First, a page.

UF/IFAS Moves Closer In Quest For Peanut That Won’t Cause Allergic Reaction

September 30, 2014

A University of Florida scientist has moved one step closer to his goal of eliminating 99.9 percent of peanut allergens by removing 80 percent of them in whole peanuts.

Scientists must eliminate peanut allergens below a certain threshold for patients to be safe, said Wade Yang, an assistant professor in food science and human nutrition and member of UF’s Institute of Food and Agricultural Sciences.

If Yang can cut the allergens from 150 milligrams of protein per peanut to below 1.5 milligrams, 95 percent of those with peanut allergies would be safe. It’s challenging to eliminate all peanut allergens, he said, because doing so may risk destroying peanuts’ texture, color, flavor and nutrition. But he said he’s using novel methods like pulsed light to reach an allergen level that will protect most people.

Yang, whose study is published online in this month’s issue of the journal Food and Bioprocess Technology, cautioned that he has done peanut allergen experiments only in a laboratory setting so far. He hopes to eventually conduct clinical trials on animals and humans.

Dr. Shih-Wen Huang, professor emeritus in the Department of Pediatrics and Head of the Pediatric Allergy Clinic at UF Health, is familiar with the UF/IFAS research. Huang outlined more steps in the peanut allergen research.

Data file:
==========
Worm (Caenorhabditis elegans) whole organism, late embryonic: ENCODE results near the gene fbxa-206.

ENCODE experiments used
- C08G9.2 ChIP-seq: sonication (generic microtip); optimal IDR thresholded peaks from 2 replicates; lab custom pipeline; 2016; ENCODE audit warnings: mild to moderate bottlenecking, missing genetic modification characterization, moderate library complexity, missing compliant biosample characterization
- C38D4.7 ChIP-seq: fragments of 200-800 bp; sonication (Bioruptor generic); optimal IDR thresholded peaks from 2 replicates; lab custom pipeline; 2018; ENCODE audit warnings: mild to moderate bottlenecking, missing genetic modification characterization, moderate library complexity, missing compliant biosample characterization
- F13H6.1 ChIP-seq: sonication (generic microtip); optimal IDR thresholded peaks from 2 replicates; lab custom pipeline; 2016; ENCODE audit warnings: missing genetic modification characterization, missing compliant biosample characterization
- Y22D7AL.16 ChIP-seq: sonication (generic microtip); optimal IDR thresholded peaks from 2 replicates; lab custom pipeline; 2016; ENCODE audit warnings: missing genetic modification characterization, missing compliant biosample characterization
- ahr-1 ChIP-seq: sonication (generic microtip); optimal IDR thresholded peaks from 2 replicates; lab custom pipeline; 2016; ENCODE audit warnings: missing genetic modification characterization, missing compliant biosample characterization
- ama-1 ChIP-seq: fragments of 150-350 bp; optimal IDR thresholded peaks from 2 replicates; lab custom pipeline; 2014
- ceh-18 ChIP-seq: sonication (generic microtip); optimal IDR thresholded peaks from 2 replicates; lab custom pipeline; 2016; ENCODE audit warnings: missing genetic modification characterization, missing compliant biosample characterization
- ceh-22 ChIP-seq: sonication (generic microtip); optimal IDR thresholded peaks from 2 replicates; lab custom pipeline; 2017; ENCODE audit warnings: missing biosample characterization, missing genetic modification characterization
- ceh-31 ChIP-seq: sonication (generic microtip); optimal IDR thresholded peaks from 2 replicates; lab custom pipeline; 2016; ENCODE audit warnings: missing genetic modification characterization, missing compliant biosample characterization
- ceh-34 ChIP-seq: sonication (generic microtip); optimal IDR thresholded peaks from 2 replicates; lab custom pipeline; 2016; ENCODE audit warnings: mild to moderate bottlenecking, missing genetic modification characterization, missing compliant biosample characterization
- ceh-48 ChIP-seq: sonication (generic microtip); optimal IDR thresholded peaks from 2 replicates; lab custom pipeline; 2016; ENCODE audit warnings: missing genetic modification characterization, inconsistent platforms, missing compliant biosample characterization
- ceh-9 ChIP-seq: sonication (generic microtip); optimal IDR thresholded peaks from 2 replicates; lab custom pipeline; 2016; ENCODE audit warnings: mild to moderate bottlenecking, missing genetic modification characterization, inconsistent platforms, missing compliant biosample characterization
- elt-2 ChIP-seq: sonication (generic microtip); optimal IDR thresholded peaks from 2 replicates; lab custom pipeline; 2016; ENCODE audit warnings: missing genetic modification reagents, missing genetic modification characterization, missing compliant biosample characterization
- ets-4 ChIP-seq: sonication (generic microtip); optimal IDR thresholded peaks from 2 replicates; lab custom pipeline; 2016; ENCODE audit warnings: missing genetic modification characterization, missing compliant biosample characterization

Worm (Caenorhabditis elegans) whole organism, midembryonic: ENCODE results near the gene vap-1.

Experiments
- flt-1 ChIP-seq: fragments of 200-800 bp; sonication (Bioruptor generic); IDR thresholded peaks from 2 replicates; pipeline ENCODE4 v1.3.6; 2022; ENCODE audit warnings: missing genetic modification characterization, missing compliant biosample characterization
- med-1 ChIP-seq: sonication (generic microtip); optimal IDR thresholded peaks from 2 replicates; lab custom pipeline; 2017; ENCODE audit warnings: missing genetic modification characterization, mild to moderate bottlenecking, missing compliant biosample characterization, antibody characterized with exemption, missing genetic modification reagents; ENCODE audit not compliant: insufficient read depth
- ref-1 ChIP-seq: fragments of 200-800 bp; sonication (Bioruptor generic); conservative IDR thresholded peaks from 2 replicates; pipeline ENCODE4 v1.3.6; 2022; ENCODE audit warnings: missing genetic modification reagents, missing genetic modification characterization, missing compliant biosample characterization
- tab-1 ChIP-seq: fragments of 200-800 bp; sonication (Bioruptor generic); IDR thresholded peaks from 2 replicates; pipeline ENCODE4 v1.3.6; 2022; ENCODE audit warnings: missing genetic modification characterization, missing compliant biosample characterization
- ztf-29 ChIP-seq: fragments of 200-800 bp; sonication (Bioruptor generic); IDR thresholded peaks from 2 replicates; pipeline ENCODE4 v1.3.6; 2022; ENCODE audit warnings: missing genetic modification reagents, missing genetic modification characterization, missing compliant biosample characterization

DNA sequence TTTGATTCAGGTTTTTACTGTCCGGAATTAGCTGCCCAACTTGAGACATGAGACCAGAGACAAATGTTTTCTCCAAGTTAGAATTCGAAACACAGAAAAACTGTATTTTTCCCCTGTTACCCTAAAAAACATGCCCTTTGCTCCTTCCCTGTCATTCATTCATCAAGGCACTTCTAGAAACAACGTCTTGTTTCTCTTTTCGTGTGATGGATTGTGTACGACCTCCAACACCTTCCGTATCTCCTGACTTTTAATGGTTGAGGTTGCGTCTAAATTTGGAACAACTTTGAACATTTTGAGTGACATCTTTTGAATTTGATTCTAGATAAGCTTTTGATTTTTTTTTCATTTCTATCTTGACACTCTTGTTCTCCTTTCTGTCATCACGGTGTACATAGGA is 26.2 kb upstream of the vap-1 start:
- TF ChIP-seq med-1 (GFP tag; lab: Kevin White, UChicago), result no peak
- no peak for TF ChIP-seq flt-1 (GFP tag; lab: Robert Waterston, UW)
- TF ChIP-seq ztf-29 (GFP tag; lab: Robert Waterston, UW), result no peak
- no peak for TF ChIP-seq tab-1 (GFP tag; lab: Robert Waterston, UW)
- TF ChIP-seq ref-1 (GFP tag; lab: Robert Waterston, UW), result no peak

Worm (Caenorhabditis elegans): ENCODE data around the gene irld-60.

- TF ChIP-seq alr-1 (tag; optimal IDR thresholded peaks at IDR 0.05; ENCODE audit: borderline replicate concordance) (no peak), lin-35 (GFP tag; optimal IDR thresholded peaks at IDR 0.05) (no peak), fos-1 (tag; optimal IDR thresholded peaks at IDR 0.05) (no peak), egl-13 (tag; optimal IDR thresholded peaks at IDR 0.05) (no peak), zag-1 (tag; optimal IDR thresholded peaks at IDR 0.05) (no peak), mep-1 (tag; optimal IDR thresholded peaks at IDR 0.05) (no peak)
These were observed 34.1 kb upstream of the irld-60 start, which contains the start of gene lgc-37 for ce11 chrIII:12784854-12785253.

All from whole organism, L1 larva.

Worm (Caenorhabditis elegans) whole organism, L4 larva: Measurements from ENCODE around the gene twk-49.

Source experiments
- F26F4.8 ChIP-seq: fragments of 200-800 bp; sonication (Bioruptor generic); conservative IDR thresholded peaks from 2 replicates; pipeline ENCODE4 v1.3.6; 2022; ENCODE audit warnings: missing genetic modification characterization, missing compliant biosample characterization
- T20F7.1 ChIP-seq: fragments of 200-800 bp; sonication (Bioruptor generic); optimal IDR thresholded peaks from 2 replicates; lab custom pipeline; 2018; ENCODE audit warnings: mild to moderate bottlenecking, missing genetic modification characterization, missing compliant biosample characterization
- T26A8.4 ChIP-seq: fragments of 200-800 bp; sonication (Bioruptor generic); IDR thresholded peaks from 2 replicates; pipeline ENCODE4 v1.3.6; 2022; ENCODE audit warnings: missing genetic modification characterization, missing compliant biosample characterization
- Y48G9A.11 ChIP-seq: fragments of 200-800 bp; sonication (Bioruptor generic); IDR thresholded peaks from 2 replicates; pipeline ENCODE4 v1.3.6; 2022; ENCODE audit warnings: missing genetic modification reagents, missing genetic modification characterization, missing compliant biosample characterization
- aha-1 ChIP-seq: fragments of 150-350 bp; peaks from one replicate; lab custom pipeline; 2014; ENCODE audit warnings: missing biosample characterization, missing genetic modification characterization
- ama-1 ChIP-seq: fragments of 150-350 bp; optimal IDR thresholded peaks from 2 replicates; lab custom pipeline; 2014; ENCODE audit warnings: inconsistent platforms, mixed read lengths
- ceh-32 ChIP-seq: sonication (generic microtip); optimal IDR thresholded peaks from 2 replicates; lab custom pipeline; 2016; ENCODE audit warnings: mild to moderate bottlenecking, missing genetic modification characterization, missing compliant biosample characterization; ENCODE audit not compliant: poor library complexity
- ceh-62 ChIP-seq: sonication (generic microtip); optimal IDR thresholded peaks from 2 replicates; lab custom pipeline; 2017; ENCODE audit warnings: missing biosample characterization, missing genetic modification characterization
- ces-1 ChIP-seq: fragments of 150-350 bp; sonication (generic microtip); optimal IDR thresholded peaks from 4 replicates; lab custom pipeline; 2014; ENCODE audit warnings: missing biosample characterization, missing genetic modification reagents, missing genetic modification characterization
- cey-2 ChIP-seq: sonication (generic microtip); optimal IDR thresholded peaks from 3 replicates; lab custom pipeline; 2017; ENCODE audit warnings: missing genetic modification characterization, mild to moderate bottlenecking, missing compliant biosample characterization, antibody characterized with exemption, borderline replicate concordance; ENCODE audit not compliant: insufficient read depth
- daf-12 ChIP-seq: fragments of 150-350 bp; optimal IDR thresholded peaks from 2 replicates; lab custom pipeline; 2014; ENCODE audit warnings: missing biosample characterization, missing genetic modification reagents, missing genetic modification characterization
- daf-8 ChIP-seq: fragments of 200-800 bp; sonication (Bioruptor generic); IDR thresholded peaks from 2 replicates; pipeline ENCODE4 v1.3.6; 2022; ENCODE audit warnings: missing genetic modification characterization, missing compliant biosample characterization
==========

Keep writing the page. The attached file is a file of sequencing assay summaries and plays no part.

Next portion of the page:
“I am pleased to see their work is progressing well,” Huang said. “However, more challenges are waiting until the final products are accepted from the public, especially the patients with peanut allergies.”

Two years ago, Yang was using his technique on peanut extract. He’s now testing it on the peanut itself. In his 2012 study, he removed up to 90 percent of the allergic potential from peanut protein extracts.

“This process proves that pulsed light can inactivate the peanut allergenic proteins and indicates that pulsed light has a great potential in peanut allergen mitigation,” Yang said.

About 1.9 million people, or 0.06 percent of U.S. residents, are allergic to peanuts, according to the National Institute of Allergy and Infectious Diseases, part of the National Institutes of Health.

Reactions can range from skin rashes to anaphylaxis, which can be fatal. Currently, the best way for those allergic to peanuts to stay safe is to avoid them, according to the NIH. Many people carry epinephrine injectors that help offset their allergy symptoms until they reach a hospital.

Pictured: Wade Yang, left, an assistant professor in food science and human nutrition at UF/IFAS, used pulsed light to remove 80 percent of the allergens from a whole peanut. By doing so, he moves closer to his goal of eliminating 99.9 percent of allergens in peanuts. Courtesy photo for NorthEscambia.com, click to enlarge.

Comments

One Response to “UF/IFAS Moves Closer In Quest For Peanut That Won’t Cause Allergic Reaction”

  1. david lamb on October 1st, 2014 3:20 pm

    Maybe 4Hers and others would be more appreciative of other uses of the lowly peanut. Step up to the plate, IFAS!





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